Ethiopians gather for religious festival marred by bloodshed
A year ago Firommisa Darasa barely made it out of Ethiopia's Irreecha festival alive, managing to escape from a deep ditch where dozens perished.
The tragedy happened after police fired tear gas at anti-government protesters, sparking a stampede.
Last year's bloodshed at the annual religious festival held by Ethiopia's largest ethnic group, the Oromo people, became a turning point in the months of anti-government protests which prompted the government to declare a nationwide state of emergency.
While dissatisfaction with Ethiopia's government still runs deep among the Oromos, last year's protests have since died down.
Those planning to attend this year's Irreecha festival say they are hoping for the best when Sunday's gathering begins in the resort town of Bishoftu, southeast of the capital Addis Ababa.
"I feel fear inside but if I don’t come, the people around me won’t come. This is our ancestral celebration and we will have to keep it," said one of the festival-goers, 28-year-old Firommisa,
- At least 50 killed -
The Oromo people began protesting in late 2015, angered by a government proposal to expand Addis Ababa that they feared would deprive them of their land without proper compensation.
Those tensions exploded at last year's Irreecha when activists took to the stage and began shouting anti-government slogans, prompting police to open fire with tear gas.
At least 50 people were killed in the ensuing stampede, according to government figures. Activists put the toll much higher.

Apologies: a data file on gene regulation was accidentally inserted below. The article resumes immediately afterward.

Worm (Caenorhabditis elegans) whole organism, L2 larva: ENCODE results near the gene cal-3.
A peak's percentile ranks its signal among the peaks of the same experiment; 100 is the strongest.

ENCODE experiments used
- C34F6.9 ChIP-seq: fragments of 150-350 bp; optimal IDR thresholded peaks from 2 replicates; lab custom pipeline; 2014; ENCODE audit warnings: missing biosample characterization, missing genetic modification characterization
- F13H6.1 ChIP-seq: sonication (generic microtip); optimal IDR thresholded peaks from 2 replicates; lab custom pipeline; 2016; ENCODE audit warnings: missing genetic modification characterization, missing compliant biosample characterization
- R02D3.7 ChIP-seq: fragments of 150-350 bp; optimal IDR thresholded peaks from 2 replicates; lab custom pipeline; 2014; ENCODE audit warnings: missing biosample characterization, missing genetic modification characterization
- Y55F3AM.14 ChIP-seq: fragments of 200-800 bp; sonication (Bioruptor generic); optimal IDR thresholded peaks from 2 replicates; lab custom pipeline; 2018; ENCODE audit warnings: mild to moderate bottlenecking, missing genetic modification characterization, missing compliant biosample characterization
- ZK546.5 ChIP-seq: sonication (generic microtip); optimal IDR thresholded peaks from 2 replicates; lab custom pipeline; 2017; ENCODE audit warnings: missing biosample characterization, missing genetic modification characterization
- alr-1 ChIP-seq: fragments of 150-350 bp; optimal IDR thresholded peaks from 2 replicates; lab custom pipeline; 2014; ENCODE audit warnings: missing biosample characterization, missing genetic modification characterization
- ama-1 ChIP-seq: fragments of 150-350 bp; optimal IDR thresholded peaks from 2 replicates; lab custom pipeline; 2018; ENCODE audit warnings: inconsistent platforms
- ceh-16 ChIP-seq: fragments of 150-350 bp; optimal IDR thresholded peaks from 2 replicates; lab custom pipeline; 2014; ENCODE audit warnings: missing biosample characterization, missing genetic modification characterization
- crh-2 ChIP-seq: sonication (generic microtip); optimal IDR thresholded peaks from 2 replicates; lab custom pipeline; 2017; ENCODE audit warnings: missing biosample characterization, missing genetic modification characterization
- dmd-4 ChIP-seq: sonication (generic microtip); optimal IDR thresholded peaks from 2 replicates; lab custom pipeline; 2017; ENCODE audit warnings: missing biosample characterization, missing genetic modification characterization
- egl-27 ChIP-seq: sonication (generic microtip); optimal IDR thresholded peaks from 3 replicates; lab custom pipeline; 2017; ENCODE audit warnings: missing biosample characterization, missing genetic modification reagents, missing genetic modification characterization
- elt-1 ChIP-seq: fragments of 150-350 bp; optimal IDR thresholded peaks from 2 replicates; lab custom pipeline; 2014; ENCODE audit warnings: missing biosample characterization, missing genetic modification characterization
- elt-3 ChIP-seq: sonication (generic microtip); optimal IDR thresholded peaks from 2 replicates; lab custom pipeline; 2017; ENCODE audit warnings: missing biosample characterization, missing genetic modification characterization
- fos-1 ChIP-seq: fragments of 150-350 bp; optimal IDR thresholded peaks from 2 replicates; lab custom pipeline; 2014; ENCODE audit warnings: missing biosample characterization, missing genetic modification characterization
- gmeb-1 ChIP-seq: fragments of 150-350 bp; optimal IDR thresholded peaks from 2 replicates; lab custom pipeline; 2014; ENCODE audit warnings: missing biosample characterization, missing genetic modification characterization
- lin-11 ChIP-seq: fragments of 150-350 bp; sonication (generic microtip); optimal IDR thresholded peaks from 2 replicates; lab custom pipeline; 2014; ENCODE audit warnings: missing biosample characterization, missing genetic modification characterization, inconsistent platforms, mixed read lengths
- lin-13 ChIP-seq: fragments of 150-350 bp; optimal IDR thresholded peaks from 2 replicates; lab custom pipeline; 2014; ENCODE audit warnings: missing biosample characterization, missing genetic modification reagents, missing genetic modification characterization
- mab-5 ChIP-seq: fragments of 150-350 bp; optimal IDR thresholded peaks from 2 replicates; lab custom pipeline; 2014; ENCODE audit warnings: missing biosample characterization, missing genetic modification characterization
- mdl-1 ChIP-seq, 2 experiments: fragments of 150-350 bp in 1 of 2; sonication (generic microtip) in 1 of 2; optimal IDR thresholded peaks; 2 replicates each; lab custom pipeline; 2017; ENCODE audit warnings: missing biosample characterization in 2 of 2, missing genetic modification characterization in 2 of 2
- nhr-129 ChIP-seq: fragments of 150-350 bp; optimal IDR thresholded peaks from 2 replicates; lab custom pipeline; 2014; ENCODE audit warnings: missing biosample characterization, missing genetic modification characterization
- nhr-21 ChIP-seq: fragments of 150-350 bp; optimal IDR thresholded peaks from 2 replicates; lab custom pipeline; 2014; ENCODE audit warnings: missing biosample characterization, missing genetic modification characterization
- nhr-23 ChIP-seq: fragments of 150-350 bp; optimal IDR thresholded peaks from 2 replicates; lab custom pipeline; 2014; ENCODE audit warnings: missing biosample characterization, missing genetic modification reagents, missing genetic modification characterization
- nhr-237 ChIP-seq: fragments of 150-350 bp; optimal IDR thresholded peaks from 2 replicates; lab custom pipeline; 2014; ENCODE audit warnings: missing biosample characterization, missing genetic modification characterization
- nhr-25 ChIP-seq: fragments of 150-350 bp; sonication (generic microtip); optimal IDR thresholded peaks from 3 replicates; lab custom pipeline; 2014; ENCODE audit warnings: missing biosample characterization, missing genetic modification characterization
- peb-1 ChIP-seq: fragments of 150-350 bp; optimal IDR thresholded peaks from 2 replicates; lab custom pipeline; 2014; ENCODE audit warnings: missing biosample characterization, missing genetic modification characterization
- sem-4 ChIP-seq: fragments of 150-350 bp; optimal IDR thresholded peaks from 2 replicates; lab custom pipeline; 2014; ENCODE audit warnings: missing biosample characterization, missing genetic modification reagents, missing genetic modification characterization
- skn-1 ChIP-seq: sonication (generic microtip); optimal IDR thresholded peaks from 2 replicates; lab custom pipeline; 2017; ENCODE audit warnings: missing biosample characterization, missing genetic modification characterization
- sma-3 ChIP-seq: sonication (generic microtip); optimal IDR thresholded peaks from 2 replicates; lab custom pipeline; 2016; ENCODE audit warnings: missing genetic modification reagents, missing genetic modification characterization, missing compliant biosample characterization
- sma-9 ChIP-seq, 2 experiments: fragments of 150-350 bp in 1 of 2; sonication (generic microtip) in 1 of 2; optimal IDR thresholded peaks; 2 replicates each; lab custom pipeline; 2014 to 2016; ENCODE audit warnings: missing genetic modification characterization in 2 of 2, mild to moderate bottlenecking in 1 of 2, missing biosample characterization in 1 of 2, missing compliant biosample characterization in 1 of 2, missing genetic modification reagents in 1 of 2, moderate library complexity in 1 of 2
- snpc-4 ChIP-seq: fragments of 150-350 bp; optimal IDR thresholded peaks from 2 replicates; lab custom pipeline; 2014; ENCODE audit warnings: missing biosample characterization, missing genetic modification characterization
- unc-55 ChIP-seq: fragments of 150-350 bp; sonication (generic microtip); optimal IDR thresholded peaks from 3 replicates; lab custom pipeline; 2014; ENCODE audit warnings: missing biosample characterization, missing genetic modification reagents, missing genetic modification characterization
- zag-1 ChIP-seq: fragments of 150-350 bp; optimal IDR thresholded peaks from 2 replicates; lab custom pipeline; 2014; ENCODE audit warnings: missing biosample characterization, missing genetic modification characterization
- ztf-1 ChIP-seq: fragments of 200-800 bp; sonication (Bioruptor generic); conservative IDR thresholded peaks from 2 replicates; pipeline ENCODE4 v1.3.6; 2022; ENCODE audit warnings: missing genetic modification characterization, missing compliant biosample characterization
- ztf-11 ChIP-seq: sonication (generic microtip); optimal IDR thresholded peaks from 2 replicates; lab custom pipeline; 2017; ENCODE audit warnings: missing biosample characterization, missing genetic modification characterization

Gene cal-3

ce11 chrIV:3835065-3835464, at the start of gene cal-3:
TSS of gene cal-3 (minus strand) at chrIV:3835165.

Changes have been made this year at the festival grounds adjacent to a lake in the town 60 kilometres (37 miles) southeast of the capital.
A new open-air amphitheatre has been built and cobblestones laid on the ground, while the ditch that claimed so many lives last year has been fenced off.
The presence of armed security forces was seen as exacerbating last year's chaos, but the Oromia regional government said this year there would be no weapons.
"This year will be different because there will be no political involvement from the government and no security from them as well," said attendee Dachassa Gosa, 22.
- ' I am still angry' -
Irreecha, or thanksgiving, is the most important annual festival of the Oromo people and it celebrates the end of the months-long rainy season and the upcoming harvest.
While traditionally a time to give thanks and pray for prosperity and abundance, it has increasingly been an opportunity for the Oromos to assert their identity and criticise government policies they say marginalise them.
Last year’s deaths re-ignited the protests across the Oromo region, but this time the targets were government- and foreign-owned businesses, with several destroyed.
All told, the months of violence left more than 940 people dead, according to the government's human rights commission, while arrests topped 22,000.
The bloodshed only ended with the declaration of a state of emergency, which was lifted in August.
However many Oromos feel their grievances were not addressed and sporadic strikes and protests still occur.
Human Rights Watch (HRW) has urged the Ethiopian government to "act with restraint" this time around and to take measures to ensure there is no repeat of last year’s tragedy, while calling for a proper investigation into what happened.
"Certainly, if there were to be a return to what happened at least year's Irreecha, you would expect that would lead to much wider unrest," HRW researcher Felix Horne told AFP.
Oftaha Oromoo has travelled from a district hours away to join the celebration, but expects a more subdued event this weekend.
"Personally, I am still angry, but we have to be patient and celebrate," he said. "This year we want to remember the people who died."